A direct contact among the University students from the Czech Republic, Hungary, Poland, Slovakia and Moldova inspired students to thought-sharing. Short essay bellow shows what the students have to say on the topic of European Integration and Reform Experience of the Visegrad countries and how it relates to Moldova’s European path.
Title: How can the Czech Republic´s experience be useful to Moldova´s European integration?
Author: Petra Kytková
University: The University of Economics in Prague, Faculty of International Relations, Master’s degree
Moldova – country with delicious wine, 8.9% GDP real growth rate (est.2013 – CIA Factbook) and with signed Association Agreement. Despite these facts, Moldova still remains one of the poorest countries in Europe. Moldova´s membership in the EU would be undisputed contribution to its economic and political situation. The question is what would be the most effective way of the European integration and how the Czech Republic´s experience can contribute to this process.
First of all, countries are conditioned to fulfil particular criteria for accession – known as Copenhagen criteria. Moldova (as well as other V4 countries before) needs to have stable institutions guaranteeing democracy, a functioning market economy and the ability to adopt the obligations of membership. The particular obligation referred to implementing EU´s aquis communautaire. Candidate country´s progress is monitored by EU evaluation reports – these reports should be taken as a sample for Moldova´s integration to the EU. And what were the shortages of the Czech Republic? The shortages mainly applied to the slow progress in public administration and rule of law. Contrary to the shortages, in 1999 Czech government adopted the economic strategy determining economic policy priorities and basic rules for regional development, which was evaluated very positively.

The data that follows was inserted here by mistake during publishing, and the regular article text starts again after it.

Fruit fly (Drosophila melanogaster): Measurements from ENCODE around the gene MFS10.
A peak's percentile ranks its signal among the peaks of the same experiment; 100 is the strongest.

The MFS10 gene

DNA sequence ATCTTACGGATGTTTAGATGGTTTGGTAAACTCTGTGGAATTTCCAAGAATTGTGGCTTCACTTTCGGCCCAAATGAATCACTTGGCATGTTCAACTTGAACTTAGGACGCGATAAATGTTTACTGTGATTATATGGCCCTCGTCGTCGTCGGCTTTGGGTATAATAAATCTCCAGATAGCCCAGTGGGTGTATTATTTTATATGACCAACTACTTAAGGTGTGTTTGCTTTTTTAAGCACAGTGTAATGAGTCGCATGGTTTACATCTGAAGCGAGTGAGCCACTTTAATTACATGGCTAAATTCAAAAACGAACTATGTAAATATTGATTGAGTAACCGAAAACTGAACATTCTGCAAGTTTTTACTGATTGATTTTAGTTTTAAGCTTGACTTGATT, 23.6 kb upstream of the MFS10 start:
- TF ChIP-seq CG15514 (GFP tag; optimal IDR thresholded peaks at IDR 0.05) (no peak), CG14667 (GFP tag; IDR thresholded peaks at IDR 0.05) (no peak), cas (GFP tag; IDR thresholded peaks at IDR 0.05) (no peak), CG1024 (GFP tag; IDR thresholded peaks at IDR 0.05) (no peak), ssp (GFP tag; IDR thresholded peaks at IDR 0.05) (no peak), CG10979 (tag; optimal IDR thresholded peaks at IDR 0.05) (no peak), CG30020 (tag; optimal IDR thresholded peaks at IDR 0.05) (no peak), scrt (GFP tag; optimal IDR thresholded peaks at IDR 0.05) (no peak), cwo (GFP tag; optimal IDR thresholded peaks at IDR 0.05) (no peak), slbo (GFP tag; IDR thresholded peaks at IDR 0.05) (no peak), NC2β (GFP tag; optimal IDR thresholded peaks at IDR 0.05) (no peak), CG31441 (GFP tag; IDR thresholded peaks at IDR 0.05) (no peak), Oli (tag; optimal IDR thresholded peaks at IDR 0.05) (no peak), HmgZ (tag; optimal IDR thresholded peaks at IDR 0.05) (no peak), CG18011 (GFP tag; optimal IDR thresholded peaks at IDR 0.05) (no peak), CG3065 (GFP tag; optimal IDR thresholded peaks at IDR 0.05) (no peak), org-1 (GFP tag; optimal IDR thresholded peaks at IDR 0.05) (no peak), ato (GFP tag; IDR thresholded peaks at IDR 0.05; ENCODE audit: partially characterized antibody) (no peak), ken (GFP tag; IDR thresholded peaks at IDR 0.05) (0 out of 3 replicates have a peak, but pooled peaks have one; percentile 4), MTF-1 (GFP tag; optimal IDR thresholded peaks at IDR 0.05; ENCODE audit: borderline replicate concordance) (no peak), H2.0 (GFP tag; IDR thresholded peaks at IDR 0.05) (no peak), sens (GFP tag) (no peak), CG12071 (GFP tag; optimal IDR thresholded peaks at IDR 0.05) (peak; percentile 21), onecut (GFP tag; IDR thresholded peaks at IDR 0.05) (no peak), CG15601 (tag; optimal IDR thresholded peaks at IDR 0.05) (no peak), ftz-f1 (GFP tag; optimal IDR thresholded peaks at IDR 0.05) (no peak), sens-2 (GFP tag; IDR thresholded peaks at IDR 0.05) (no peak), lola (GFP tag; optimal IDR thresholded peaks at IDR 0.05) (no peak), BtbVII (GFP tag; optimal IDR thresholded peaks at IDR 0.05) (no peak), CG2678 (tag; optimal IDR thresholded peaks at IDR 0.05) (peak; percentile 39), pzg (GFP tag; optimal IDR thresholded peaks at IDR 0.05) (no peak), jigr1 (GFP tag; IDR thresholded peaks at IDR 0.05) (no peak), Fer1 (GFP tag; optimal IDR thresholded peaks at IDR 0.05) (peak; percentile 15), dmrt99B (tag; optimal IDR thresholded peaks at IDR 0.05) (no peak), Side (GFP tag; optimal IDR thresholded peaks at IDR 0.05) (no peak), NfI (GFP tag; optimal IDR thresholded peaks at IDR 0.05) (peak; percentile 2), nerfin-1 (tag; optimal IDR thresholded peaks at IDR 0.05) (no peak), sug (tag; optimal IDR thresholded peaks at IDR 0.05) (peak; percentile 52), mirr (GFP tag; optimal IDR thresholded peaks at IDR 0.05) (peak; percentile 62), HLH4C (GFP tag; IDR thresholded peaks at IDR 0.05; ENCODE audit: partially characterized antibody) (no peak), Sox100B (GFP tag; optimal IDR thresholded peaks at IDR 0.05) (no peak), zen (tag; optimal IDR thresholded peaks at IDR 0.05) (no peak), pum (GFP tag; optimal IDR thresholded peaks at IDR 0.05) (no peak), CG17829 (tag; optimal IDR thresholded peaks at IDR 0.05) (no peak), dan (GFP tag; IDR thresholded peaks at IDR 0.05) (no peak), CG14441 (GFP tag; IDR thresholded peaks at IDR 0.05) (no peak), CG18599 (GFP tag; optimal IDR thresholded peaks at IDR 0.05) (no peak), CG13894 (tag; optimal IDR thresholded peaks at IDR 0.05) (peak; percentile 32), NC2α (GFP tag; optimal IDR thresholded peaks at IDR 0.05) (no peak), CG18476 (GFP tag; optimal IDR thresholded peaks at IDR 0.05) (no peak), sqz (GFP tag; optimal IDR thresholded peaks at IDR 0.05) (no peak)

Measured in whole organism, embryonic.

I am not a lawyer to describe the improvement of the rule of law or a person working in the state administration to describe the bureaucracy progress and the reduction of corruption, however I do understand regional development and I do know how much the EU has contributed to the regional development in the Czech Republic. In the last years, we can see how many regional development strategies (on the national level as well as on the regional level) are set. This is the basic condition for the development. According to these strategies the Czech Republic is able to set the development projects in motion and obtain requested grants. It applies not only to the state administration, but to the private sector, too. General examples might be number of new school gardens, sport places or institutions for educating seniors set up in the last ten years. Specific example of a successful international cooperation is e.g. the projects of creating new cycling trails among towns in the South Moravia and Austria.
Second of all, Moldova can learn from the social aspect of the integration the Czech Republic has experienced. It is said the EU accession was a civilization jump for countries from the former Communist bloc. Also, it was a social jump. Not all the countries were prepared to use the institutional know – how. The process of creating “western” democracy was significantly slower than in the other member countries. On one hand, young generation did not have a problem to get used to easier travelling, studying abroad or trading internationally. On the other hand, there is a question how the older generations have got used to it and last but not least there was an unfriendly situation with Roma minority, which is still not solved out completely.
In conclusion, the economic and legislation situation has made a significant progress in the Czech Republic. GDP per person has grown faster (particularly due to cohesion policy and single market) than if the Czech Republic would be out of the EU. The total amount of received money was estimated on 3 000 billion Czech crowns (Government of the Czech Republic, 2014). Also, state institutions´ procedures are considered to be more transparent than before. Although The Czech Republic might be thought to be more eurosceptic country than Hungary, Poland and Slovakia, times are changing and all eurosceptics (the Czech Republic, too) should be aware of the EU´s membership benefits and should try to be a sample for other potential member states.